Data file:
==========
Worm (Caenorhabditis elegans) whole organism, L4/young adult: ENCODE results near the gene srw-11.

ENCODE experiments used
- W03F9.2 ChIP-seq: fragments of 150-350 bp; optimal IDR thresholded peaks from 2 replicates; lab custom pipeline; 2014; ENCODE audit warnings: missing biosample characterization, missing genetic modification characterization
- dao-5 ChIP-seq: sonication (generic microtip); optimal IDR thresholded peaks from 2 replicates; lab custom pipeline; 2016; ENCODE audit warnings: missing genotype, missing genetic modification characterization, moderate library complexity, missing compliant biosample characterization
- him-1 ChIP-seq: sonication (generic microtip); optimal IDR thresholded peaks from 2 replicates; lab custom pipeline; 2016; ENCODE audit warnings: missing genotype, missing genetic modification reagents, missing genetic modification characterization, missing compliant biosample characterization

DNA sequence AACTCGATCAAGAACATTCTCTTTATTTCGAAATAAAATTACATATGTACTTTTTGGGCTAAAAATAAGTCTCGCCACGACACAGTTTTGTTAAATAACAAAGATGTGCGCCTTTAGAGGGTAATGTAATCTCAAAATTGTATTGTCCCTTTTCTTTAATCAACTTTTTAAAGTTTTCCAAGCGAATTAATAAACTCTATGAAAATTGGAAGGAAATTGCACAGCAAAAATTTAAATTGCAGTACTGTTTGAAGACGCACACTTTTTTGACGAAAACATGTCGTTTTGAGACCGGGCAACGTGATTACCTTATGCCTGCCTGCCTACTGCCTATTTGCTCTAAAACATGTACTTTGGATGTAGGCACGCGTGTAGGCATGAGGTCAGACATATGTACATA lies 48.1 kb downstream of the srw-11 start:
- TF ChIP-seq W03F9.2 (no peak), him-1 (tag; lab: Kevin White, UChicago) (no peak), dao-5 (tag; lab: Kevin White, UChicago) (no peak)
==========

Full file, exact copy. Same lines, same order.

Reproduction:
Worm (Caenorhabditis elegans) whole organism, L4/young adult: ENCODE results near the gene srw-11.

ENCODE experiments used
- W03F9.2 ChIP-seq: fragments of 150-350 bp; optimal IDR thresholded peaks from 2 replicates; lab custom pipeline; 2014; ENCODE audit warnings: missing biosample characterization, missing genetic modification characterization
- dao-5 ChIP-seq: sonication (generic microtip); optimal IDR thresholded peaks from 2 replicates; lab custom pipeline; 2016; ENCODE audit warnings: missing genotype, missing genetic modification characterization, moderate library complexity, missing compliant biosample characterization
- him-1 ChIP-seq: sonication (generic microtip); optimal IDR thresholded peaks from 2 replicates; lab custom pipeline; 2016; ENCODE audit warnings: missing genotype, missing genetic modification reagents, missing genetic modification characterization, missing compliant biosample characterization

DNA sequence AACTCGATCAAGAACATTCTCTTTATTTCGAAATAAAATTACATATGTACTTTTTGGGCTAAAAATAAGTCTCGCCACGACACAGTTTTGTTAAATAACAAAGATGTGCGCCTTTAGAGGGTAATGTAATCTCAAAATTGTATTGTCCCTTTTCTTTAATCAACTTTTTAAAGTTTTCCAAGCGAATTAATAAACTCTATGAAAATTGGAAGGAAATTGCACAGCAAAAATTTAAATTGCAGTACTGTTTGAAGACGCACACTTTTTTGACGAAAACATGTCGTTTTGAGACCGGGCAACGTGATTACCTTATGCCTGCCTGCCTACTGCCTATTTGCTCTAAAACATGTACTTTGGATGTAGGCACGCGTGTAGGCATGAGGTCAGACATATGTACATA lies 48.1 kb downstream of the srw-11 start:
- TF ChIP-seq W03F9.2 (no peak), him-1 (tag; lab: Kevin White, UChicago) (no peak), dao-5 (tag; lab: Kevin White, UChicago) (no peak)